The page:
Friday, November 21, 2003

Anybody Here Seen My Old Friend John?

He was my childhood idol (I came to baseball later than normal children), and thirty years of revisionist history have done little to lessen either my admiration or my sense of loss for a man I know only from books and television. Today, on the eve of the 40th anniversary of his murder, I remember him by quoting from his speech in Houston during the 1960 Presidential campaign, when he confronted head-on the widespread anti-Catholic bias that threatened to undo his candidacy:
it is apparently necessary for me to state once again--not what kind of church I believe in, for that should be important only to me--but what kind of America I believe in.

I believe in an America where the separation of church and state is absolute--where no Catholic prelate would tell the President (should he be Catholic) how to act, and no Protestant minister would tell his parishioners for whom to vote--where no church or church school is granted any public funds or political preference--and where no man is denied public office merely because his religion differs from the President who might appoint him or the people who might elect him.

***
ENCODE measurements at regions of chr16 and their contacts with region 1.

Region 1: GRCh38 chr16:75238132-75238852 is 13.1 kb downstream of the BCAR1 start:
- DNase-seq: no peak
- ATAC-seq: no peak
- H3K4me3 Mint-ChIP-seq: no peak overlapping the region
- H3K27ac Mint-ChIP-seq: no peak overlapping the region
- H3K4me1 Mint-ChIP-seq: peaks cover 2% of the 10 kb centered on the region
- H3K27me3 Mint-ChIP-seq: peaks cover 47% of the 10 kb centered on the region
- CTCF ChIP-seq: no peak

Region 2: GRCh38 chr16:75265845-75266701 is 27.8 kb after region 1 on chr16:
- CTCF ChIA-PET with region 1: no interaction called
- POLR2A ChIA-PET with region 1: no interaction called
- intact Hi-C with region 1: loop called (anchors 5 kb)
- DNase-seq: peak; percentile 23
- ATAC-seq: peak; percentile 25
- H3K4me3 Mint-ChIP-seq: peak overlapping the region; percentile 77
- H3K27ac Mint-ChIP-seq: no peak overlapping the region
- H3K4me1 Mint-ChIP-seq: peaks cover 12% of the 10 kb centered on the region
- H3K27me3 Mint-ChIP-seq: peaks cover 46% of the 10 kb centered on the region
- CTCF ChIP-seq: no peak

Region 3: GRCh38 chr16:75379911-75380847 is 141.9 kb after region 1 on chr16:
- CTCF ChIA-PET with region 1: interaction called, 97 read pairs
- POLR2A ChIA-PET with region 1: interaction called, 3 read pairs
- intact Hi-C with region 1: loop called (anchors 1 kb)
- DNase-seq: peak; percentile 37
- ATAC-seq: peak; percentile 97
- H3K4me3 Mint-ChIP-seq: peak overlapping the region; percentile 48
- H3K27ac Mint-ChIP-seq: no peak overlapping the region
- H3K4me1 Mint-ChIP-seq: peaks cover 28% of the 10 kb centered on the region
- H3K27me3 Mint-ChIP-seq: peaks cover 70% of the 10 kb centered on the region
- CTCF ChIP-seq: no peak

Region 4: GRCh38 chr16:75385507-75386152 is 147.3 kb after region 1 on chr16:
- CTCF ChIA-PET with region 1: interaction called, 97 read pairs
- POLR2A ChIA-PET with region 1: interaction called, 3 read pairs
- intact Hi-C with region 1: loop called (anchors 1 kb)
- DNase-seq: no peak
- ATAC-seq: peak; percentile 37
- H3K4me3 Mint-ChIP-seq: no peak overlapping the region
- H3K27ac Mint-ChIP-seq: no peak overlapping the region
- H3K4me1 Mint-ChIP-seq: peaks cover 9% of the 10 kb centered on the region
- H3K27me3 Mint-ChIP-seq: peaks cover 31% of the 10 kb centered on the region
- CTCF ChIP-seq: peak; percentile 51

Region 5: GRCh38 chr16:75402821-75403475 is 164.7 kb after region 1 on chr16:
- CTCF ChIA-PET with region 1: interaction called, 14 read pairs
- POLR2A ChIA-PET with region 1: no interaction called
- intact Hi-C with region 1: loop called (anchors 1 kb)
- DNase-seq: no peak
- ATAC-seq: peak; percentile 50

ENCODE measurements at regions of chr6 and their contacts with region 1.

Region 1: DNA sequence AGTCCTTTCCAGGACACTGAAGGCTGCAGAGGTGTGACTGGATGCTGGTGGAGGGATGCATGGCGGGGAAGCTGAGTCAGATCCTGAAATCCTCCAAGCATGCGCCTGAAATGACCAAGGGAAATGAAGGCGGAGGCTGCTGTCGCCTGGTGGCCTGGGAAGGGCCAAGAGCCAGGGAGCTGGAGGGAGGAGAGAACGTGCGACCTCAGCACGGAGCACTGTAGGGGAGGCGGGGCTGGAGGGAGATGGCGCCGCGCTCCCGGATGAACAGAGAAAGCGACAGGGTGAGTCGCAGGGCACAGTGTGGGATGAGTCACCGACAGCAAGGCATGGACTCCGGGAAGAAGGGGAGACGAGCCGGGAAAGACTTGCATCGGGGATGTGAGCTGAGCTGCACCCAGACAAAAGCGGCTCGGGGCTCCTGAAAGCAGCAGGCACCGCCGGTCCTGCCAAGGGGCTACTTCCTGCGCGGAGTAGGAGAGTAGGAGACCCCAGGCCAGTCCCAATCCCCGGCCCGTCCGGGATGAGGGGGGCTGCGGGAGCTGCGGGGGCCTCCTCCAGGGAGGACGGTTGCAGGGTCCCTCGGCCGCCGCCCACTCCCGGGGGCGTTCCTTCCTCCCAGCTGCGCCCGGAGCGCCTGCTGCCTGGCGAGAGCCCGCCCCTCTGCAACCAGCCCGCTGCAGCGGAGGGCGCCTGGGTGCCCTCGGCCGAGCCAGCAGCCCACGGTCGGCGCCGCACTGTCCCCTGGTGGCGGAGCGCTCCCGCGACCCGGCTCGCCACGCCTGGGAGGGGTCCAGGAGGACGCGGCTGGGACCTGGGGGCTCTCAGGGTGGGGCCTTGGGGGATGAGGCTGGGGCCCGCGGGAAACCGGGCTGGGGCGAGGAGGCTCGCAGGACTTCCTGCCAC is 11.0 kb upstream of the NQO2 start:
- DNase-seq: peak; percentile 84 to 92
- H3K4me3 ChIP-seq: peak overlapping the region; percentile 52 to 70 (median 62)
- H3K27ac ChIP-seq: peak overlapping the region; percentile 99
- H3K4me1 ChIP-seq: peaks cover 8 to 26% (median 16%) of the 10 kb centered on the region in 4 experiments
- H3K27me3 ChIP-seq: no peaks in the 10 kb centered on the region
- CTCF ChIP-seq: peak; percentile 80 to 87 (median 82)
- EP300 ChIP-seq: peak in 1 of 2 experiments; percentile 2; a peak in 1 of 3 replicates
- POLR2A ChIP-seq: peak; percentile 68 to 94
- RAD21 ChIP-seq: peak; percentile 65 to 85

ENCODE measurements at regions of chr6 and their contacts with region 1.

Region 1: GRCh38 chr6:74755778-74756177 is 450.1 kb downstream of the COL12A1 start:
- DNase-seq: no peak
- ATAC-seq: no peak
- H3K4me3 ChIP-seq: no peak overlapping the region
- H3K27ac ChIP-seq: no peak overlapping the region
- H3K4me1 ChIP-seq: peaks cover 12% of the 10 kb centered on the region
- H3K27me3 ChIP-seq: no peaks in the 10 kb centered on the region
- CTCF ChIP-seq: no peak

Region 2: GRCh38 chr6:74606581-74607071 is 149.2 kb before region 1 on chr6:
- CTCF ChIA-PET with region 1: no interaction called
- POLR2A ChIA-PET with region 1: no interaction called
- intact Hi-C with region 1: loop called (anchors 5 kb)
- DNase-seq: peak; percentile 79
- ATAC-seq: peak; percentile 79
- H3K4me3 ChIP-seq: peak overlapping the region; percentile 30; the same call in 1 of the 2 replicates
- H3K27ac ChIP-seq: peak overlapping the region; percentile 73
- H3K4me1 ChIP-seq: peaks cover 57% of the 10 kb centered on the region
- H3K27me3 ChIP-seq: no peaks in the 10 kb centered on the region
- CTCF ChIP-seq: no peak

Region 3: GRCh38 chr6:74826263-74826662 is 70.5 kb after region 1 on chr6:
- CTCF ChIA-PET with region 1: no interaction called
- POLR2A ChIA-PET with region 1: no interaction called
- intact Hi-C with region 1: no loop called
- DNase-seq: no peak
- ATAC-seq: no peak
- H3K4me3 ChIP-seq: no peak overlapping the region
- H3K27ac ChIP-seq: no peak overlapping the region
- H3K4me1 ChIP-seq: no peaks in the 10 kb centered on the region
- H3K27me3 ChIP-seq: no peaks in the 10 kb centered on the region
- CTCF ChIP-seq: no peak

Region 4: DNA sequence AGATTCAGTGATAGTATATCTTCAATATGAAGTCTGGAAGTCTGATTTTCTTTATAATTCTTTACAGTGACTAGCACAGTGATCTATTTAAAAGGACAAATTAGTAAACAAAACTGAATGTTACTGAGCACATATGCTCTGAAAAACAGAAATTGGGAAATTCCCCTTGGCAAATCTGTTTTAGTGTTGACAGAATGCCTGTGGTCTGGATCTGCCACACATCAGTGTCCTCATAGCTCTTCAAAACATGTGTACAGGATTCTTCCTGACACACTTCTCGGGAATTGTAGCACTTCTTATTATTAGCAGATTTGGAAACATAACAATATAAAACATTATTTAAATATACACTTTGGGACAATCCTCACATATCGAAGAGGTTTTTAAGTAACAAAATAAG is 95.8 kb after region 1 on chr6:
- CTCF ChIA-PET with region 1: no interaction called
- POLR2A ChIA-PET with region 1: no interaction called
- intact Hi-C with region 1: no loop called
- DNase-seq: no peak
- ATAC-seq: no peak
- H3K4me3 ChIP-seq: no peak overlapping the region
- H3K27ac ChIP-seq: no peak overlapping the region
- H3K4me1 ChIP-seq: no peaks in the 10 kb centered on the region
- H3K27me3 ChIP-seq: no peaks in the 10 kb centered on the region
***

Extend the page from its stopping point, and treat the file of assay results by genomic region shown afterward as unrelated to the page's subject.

I believe in an America that is officially neither Catholic, Protestant nor Jewish--where no public official either requests or accepts instructions on public policy from the Pope, the National Council of Churches or any other ecclesiastical source--where no religious body seeks to impose its will directly or indirectly upon the general populace or the public acts of its officials--and where religious liberty is so indivisible that an act against one church is treated as an act against all.

That's a very different America from the America of George Bush and Pat Buchanan, of John Ashcroft and Roy Moore. But it's still an ideal worth fighting for.

T'hei nishmato tzirurah bitzror hachaim: May his soul be bound up in the bond of life.

Amor Vincet Omnia

Gregg Easterbrook demolishes "Christian" arguments against gay marriage. He speaks the truth, with a capital "T".